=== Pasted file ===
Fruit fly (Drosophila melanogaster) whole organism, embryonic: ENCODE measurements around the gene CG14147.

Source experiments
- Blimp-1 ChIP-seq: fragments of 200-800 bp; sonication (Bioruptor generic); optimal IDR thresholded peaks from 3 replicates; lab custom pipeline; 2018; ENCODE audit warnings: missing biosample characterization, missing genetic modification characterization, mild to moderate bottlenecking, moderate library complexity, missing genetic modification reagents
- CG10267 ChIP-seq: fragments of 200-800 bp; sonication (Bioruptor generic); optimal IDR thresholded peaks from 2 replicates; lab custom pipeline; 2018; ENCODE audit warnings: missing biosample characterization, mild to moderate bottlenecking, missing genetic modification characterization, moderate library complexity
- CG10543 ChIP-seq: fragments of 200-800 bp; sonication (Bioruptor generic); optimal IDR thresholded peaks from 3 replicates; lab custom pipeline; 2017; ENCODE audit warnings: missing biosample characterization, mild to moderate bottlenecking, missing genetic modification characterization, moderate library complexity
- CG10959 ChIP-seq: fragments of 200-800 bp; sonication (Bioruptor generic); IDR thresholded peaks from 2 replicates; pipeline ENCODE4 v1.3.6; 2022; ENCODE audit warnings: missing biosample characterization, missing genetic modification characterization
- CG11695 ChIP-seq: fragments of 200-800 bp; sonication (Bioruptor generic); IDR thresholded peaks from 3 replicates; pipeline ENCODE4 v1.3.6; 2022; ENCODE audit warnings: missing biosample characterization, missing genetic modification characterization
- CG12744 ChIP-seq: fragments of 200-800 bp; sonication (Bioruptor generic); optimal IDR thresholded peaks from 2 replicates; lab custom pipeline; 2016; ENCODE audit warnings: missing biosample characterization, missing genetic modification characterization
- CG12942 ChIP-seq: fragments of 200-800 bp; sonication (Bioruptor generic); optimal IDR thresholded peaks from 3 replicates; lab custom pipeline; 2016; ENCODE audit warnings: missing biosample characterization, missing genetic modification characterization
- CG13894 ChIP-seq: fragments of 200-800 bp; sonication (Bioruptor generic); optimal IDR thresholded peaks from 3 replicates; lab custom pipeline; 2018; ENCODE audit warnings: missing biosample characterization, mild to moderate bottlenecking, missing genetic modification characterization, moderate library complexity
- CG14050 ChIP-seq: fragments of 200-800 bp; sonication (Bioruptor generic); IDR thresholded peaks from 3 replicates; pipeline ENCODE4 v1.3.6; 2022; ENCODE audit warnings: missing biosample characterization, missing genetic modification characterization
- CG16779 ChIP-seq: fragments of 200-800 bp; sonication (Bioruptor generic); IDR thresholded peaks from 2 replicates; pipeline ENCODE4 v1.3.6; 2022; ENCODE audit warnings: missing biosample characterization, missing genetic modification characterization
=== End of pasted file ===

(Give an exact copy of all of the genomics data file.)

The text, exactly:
Fruit fly (Drosophila melanogaster) whole organism, embryonic: ENCODE measurements around the gene CG14147.

Source experiments
- Blimp-1 ChIP-seq: fragments of 200-800 bp; sonication (Bioruptor generic); optimal IDR thresholded peaks from 3 replicates; lab custom pipeline; 2018; ENCODE audit warnings: missing biosample characterization, missing genetic modification characterization, mild to moderate bottlenecking, moderate library complexity, missing genetic modification reagents
- CG10267 ChIP-seq: fragments of 200-800 bp; sonication (Bioruptor generic); optimal IDR thresholded peaks from 2 replicates; lab custom pipeline; 2018; ENCODE audit warnings: missing biosample characterization, mild to moderate bottlenecking, missing genetic modification characterization, moderate library complexity
- CG10543 ChIP-seq: fragments of 200-800 bp; sonication (Bioruptor generic); optimal IDR thresholded peaks from 3 replicates; lab custom pipeline; 2017; ENCODE audit warnings: missing biosample characterization, mild to moderate bottlenecking, missing genetic modification characterization, moderate library complexity
- CG10959 ChIP-seq: fragments of 200-800 bp; sonication (Bioruptor generic); IDR thresholded peaks from 2 replicates; pipeline ENCODE4 v1.3.6; 2022; ENCODE audit warnings: missing biosample characterization, missing genetic modification characterization
- CG11695 ChIP-seq: fragments of 200-800 bp; sonication (Bioruptor generic); IDR thresholded peaks from 3 replicates; pipeline ENCODE4 v1.3.6; 2022; ENCODE audit warnings: missing biosample characterization, missing genetic modification characterization
- CG12744 ChIP-seq: fragments of 200-800 bp; sonication (Bioruptor generic); optimal IDR thresholded peaks from 2 replicates; lab custom pipeline; 2016; ENCODE audit warnings: missing biosample characterization, missing genetic modification characterization
- CG12942 ChIP-seq: fragments of 200-800 bp; sonication (Bioruptor generic); optimal IDR thresholded peaks from 3 replicates; lab custom pipeline; 2016; ENCODE audit warnings: missing biosample characterization, missing genetic modification characterization
- CG13894 ChIP-seq: fragments of 200-800 bp; sonication (Bioruptor generic); optimal IDR thresholded peaks from 3 replicates; lab custom pipeline; 2018; ENCODE audit warnings: missing biosample characterization, mild to moderate bottlenecking, missing genetic modification characterization, moderate library complexity
- CG14050 ChIP-seq: fragments of 200-800 bp; sonication (Bioruptor generic); IDR thresholded peaks from 3 replicates; pipeline ENCODE4 v1.3.6; 2022; ENCODE audit warnings: missing biosample characterization, missing genetic modification characterization
- CG16779 ChIP-seq: fragments of 200-800 bp; sonication (Bioruptor generic); IDR thresholded peaks from 2 replicates; pipeline ENCODE4 v1.3.6; 2022; ENCODE audit warnings: missing biosample characterization, missing genetic modification characterization